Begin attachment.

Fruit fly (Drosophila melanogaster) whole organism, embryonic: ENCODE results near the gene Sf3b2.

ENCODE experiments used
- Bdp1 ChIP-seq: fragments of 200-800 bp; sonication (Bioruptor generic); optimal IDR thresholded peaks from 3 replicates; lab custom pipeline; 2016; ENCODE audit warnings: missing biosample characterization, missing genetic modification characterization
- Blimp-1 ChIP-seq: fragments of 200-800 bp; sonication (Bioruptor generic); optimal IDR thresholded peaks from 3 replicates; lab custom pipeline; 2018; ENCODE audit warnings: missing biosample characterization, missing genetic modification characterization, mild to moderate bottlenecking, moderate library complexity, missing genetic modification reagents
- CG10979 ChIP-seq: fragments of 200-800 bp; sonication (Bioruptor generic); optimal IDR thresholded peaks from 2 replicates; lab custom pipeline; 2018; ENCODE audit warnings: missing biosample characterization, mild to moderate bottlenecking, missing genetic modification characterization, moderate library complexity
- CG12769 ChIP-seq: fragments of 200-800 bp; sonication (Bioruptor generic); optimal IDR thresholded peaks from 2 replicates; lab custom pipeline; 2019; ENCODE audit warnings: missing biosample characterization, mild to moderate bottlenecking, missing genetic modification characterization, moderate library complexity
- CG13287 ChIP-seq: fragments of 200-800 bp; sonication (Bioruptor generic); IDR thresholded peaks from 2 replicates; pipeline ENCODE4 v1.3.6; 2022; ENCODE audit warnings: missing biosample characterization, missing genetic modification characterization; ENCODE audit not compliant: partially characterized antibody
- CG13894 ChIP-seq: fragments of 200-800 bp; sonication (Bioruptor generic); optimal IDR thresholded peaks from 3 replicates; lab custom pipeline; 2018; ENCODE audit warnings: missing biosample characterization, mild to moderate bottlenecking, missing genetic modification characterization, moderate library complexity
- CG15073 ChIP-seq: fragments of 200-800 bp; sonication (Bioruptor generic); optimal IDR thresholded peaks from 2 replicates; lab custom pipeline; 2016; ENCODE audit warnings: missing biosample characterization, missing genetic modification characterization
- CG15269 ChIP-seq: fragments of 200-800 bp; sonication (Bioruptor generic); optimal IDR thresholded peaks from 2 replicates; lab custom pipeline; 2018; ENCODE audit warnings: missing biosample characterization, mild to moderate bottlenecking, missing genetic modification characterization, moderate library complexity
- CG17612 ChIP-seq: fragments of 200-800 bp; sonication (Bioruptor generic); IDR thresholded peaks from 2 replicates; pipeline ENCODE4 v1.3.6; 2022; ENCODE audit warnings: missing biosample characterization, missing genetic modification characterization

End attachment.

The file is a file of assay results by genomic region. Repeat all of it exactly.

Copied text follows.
Fruit fly (Drosophila melanogaster) whole organism, embryonic: ENCODE results near the gene Sf3b2.

ENCODE experiments used
- Bdp1 ChIP-seq: fragments of 200-800 bp; sonication (Bioruptor generic); optimal IDR thresholded peaks from 3 replicates; lab custom pipeline; 2016; ENCODE audit warnings: missing biosample characterization, missing genetic modification characterization
- Blimp-1 ChIP-seq: fragments of 200-800 bp; sonication (Bioruptor generic); optimal IDR thresholded peaks from 3 replicates; lab custom pipeline; 2018; ENCODE audit warnings: missing biosample characterization, missing genetic modification characterization, mild to moderate bottlenecking, moderate library complexity, missing genetic modification reagents
- CG10979 ChIP-seq: fragments of 200-800 bp; sonication (Bioruptor generic); optimal IDR thresholded peaks from 2 replicates; lab custom pipeline; 2018; ENCODE audit warnings: missing biosample characterization, mild to moderate bottlenecking, missing genetic modification characterization, moderate library complexity
- CG12769 ChIP-seq: fragments of 200-800 bp; sonication (Bioruptor generic); optimal IDR thresholded peaks from 2 replicates; lab custom pipeline; 2019; ENCODE audit warnings: missing biosample characterization, mild to moderate bottlenecking, missing genetic modification characterization, moderate library complexity
- CG13287 ChIP-seq: fragments of 200-800 bp; sonication (Bioruptor generic); IDR thresholded peaks from 2 replicates; pipeline ENCODE4 v1.3.6; 2022; ENCODE audit warnings: missing biosample characterization, missing genetic modification characterization; ENCODE audit not compliant: partially characterized antibody
- CG13894 ChIP-seq: fragments of 200-800 bp; sonication (Bioruptor generic); optimal IDR thresholded peaks from 3 replicates; lab custom pipeline; 2018; ENCODE audit warnings: missing biosample characterization, mild to moderate bottlenecking, missing genetic modification characterization, moderate library complexity
- CG15073 ChIP-seq: fragments of 200-800 bp; sonication (Bioruptor generic); optimal IDR thresholded peaks from 2 replicates; lab custom pipeline; 2016; ENCODE audit warnings: missing biosample characterization, missing genetic modification characterization
- CG15269 ChIP-seq: fragments of 200-800 bp; sonication (Bioruptor generic); optimal IDR thresholded peaks from 2 replicates; lab custom pipeline; 2018; ENCODE audit warnings: missing biosample characterization, mild to moderate bottlenecking, missing genetic modification characterization, moderate library complexity
- CG17612 ChIP-seq: fragments of 200-800 bp; sonication (Bioruptor generic); IDR thresholded peaks from 2 replicates; pipeline ENCODE4 v1.3.6; 2022; ENCODE audit warnings: missing biosample characterization, missing genetic modification characterization